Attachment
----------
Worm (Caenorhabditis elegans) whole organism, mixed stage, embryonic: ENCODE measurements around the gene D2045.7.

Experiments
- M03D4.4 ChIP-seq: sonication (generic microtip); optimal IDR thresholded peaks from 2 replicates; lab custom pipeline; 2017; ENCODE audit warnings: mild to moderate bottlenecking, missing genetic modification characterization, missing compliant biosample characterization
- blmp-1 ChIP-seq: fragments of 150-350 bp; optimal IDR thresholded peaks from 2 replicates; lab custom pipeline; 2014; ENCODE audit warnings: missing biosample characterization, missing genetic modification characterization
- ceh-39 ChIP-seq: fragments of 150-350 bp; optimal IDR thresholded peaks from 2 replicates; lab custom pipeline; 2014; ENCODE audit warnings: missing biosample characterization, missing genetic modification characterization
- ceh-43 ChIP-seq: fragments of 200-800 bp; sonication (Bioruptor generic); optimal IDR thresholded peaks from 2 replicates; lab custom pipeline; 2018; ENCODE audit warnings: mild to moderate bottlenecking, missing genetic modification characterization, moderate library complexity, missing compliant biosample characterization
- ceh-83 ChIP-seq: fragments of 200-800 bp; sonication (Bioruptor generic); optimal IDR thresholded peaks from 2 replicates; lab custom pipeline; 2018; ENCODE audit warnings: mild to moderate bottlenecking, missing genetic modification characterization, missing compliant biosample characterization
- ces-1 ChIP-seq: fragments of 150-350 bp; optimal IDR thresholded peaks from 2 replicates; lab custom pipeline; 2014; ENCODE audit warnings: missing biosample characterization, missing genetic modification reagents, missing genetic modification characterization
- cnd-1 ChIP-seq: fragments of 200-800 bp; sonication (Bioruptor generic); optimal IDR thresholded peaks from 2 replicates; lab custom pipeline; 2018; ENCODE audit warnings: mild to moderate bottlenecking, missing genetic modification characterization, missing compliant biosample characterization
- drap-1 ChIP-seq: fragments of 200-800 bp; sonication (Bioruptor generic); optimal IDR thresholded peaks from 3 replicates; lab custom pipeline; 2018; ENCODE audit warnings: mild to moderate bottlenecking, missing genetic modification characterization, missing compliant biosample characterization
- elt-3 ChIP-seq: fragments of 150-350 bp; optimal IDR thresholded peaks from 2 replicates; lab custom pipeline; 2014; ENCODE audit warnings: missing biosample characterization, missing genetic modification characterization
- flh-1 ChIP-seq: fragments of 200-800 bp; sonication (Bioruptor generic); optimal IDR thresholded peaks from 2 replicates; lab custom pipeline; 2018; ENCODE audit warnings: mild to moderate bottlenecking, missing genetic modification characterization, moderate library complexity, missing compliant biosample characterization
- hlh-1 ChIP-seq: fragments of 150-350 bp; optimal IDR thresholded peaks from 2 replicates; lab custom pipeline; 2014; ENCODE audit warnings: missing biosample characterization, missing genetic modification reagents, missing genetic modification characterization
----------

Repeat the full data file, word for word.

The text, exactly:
Worm (Caenorhabditis elegans) whole organism, mixed stage, embryonic: ENCODE measurements around the gene D2045.7.

Experiments
- M03D4.4 ChIP-seq: sonication (generic microtip); optimal IDR thresholded peaks from 2 replicates; lab custom pipeline; 2017; ENCODE audit warnings: mild to moderate bottlenecking, missing genetic modification characterization, missing compliant biosample characterization
- blmp-1 ChIP-seq: fragments of 150-350 bp; optimal IDR thresholded peaks from 2 replicates; lab custom pipeline; 2014; ENCODE audit warnings: missing biosample characterization, missing genetic modification characterization
- ceh-39 ChIP-seq: fragments of 150-350 bp; optimal IDR thresholded peaks from 2 replicates; lab custom pipeline; 2014; ENCODE audit warnings: missing biosample characterization, missing genetic modification characterization
- ceh-43 ChIP-seq: fragments of 200-800 bp; sonication (Bioruptor generic); optimal IDR thresholded peaks from 2 replicates; lab custom pipeline; 2018; ENCODE audit warnings: mild to moderate bottlenecking, missing genetic modification characterization, moderate library complexity, missing compliant biosample characterization
- ceh-83 ChIP-seq: fragments of 200-800 bp; sonication (Bioruptor generic); optimal IDR thresholded peaks from 2 replicates; lab custom pipeline; 2018; ENCODE audit warnings: mild to moderate bottlenecking, missing genetic modification characterization, missing compliant biosample characterization
- ces-1 ChIP-seq: fragments of 150-350 bp; optimal IDR thresholded peaks from 2 replicates; lab custom pipeline; 2014; ENCODE audit warnings: missing biosample characterization, missing genetic modification reagents, missing genetic modification characterization
- cnd-1 ChIP-seq: fragments of 200-800 bp; sonication (Bioruptor generic); optimal IDR thresholded peaks from 2 replicates; lab custom pipeline; 2018; ENCODE audit warnings: mild to moderate bottlenecking, missing genetic modification characterization, missing compliant biosample characterization
- drap-1 ChIP-seq: fragments of 200-800 bp; sonication (Bioruptor generic); optimal IDR thresholded peaks from 3 replicates; lab custom pipeline; 2018; ENCODE audit warnings: mild to moderate bottlenecking, missing genetic modification characterization, missing compliant biosample characterization
- elt-3 ChIP-seq: fragments of 150-350 bp; optimal IDR thresholded peaks from 2 replicates; lab custom pipeline; 2014; ENCODE audit warnings: missing biosample characterization, missing genetic modification characterization
- flh-1 ChIP-seq: fragments of 200-800 bp; sonication (Bioruptor generic); optimal IDR thresholded peaks from 2 replicates; lab custom pipeline; 2018; ENCODE audit warnings: mild to moderate bottlenecking, missing genetic modification characterization, moderate library complexity, missing compliant biosample characterization
- hlh-1 ChIP-seq: fragments of 150-350 bp; optimal IDR thresholded peaks from 2 replicates; lab custom pipeline; 2014; ENCODE audit warnings: missing biosample characterization, missing genetic modification reagents, missing genetic modification characterization